Tuesday, August 07, 2012

Talking to Strangers

Oh I can't control myself
Oh I can't control myself
Oh I can't control myself
Don't leave me hanging on the telephone - Blondie, "Hanging on the Telephone"

Cool Girl with Umbrella, New York 1996
A hundred years ago when I first came to live in New York it was a very quiet place. You could walk down almost any street and the only sounds of people talking were made by tourists or lunatics, in most cases by the latter.

You could go for a stroll and actually be annoyed by the rumblings of delivery vans, the sirens from ambulances, police cars, fire engines, the New York car horns and the sound of air conditioners emitting whatever air conditioners emit.

Those days have long gone. New York noise has doubled in intensity. Now New Yorkers have had the finial inhibition lifted. They can talk anytime, anywhere, without being hampered by a need for the physical presence of another human.

The cell phone has brought equality to the streets of New York. You can no longer tell the loonies from the so-called normal New Yorkers.

I hadn't thought too much about the increase in New York noise. In fact I hadn't thought about it at all, until the other day when I was walking in Manhattan with one of my noisier New York friends - yes New Yorkers actually do differ in the noise level they emit - when she yelled, "Jesus! New York is so f-cking noisy nowadays!"

To be fair, she HAD to yell or I wouldn't have heard her. "It think it's the cell phones," I replied, but of course she didn't hear me. New Yorkers only listen to themselves.

Some New Yorkers still don't have cell phones, and are forced to talk to whoever is close by. Click on the play button below and you'll hear a typical New York conversation between two complete strangers.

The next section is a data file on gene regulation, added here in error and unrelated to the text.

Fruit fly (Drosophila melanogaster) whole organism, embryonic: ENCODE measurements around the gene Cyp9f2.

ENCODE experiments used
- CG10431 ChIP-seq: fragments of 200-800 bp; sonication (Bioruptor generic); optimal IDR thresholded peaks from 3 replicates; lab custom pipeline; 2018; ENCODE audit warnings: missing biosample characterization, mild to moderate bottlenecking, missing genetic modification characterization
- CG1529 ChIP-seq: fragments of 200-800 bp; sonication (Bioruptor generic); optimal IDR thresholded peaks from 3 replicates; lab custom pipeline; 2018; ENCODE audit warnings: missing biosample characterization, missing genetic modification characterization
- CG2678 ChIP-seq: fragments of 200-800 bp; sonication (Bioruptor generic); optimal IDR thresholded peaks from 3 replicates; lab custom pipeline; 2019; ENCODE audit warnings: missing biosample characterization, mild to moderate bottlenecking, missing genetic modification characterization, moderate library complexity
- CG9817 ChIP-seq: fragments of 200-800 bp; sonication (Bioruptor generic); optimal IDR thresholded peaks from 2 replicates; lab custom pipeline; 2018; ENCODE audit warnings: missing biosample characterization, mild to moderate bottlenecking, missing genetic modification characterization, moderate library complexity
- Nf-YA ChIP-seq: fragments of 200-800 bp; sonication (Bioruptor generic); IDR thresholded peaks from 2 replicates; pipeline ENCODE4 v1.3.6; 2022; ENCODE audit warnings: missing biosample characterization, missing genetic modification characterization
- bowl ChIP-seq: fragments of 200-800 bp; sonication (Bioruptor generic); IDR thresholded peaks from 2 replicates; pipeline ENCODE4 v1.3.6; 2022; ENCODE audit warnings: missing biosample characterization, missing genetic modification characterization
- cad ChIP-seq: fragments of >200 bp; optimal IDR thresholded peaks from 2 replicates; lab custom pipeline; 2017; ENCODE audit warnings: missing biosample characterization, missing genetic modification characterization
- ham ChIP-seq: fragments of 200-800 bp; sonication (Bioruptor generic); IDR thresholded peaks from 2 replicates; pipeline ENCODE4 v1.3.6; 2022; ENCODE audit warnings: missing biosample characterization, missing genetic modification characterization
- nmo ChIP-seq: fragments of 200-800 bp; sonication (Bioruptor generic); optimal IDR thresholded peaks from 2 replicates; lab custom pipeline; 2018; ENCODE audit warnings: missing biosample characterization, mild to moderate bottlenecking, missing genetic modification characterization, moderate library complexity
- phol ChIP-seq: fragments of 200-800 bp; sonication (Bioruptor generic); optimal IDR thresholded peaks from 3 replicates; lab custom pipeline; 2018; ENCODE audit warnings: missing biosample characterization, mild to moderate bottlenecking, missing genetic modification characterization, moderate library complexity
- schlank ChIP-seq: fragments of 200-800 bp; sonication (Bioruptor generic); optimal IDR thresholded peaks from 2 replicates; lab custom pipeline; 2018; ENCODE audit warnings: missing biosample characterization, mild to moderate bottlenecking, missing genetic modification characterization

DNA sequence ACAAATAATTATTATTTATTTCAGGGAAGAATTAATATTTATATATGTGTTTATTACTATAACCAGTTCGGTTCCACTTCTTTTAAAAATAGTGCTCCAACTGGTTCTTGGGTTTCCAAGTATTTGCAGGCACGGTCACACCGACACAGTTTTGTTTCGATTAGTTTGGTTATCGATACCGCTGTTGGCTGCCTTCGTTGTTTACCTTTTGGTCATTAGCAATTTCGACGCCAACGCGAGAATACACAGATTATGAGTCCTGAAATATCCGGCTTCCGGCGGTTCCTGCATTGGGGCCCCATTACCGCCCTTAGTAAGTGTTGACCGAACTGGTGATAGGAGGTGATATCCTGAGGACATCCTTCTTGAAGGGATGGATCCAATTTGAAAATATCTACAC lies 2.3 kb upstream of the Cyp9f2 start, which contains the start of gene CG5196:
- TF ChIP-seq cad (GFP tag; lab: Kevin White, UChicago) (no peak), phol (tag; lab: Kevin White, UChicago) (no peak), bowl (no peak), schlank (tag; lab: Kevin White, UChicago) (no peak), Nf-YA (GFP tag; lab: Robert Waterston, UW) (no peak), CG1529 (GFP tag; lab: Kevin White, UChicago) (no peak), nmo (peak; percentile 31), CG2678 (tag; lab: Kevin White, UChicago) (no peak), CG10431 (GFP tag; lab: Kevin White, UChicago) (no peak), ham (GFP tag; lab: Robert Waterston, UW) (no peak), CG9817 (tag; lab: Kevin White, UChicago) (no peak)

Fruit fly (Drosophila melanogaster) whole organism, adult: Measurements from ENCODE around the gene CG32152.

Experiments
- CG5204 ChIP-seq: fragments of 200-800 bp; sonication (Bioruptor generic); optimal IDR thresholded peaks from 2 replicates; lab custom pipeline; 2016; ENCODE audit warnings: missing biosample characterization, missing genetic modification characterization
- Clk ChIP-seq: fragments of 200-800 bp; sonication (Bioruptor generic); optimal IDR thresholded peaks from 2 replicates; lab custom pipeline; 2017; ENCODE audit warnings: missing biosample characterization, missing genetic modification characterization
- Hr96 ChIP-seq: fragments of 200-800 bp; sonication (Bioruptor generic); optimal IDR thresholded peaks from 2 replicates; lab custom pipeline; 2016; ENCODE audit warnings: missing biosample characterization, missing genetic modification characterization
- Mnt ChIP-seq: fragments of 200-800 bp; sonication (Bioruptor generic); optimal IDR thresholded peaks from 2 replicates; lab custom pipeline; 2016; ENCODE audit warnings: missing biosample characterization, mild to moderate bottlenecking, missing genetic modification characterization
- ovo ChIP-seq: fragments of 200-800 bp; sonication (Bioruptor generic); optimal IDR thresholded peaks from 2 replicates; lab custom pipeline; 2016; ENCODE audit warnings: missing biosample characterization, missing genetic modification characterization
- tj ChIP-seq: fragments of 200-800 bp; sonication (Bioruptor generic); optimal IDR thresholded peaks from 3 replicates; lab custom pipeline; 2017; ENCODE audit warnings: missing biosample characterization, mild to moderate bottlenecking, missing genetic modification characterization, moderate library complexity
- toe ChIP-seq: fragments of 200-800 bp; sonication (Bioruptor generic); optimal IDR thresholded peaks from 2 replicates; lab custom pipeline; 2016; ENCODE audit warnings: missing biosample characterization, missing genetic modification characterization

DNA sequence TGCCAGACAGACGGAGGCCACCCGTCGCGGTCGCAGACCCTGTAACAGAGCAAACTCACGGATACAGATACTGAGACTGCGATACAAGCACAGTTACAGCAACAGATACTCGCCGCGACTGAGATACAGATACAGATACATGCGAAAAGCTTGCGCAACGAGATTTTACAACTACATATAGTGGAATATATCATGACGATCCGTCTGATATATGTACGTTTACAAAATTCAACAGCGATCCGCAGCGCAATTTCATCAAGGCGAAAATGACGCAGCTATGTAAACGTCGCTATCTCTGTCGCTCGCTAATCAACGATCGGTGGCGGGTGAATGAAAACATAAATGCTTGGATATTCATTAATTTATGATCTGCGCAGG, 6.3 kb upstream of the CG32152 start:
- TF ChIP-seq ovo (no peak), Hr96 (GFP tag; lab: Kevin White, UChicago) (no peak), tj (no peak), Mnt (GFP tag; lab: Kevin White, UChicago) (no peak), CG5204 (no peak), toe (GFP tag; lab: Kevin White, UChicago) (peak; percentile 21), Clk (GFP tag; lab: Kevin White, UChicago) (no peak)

Unfortunately I wasn't quick enough off the mark and missed recording the first bit. The woman, who is doing most of the talking had been sitting in, well overflowing really, her wheelchair, berating everyone who walked by for being New Yorkers and not talking to her. It's a short clip, and well worth the click!

Larry David Talks on Pretend Cell Phone
People talking on cell phones somehow block out all other sounds and enter a bubble of their own making. They'll talk about the most intimate things regardless of who might be listening.

I used to think they were just pretending to call and my reason for thinking that there was no one on the other end of the line was that people on cell phones in New York never pause. It's one non-stop stream of audible consciousness.

If I was pretending I'd have enough sense to pause now and then and "answer with an "Oh really" or two. Of course I was quite wrong in my reasoning. New Yorkers are talkers and not listeners. The cell phone is perfect for them. There are no talker-listener pairs. Just two talkers. And hence the huge increase in noise level.

For every New Yorker on a cell phone there are two simultaneous conversations. I've never been much good at maths but something tells me that this is - to use a favorite word of modern Americans - HUGE! And thinking of "HUGE" it occurs to me that the new use of this word makes maths irrelevant. Numbers are either huge or not huge. I think I'm on to something huge here.

But that's another story.

1 comment:

Anonymous said...

My cell she never ever rings.
So in the street I hums or sings
I talk to strangers
If I think,
What I say to them
Is apt or funny,
If we're in sync,
It costs no money.
Once in a while
I get some grumps,
Who cares?
Some folks down in the dumps.

Post a Comment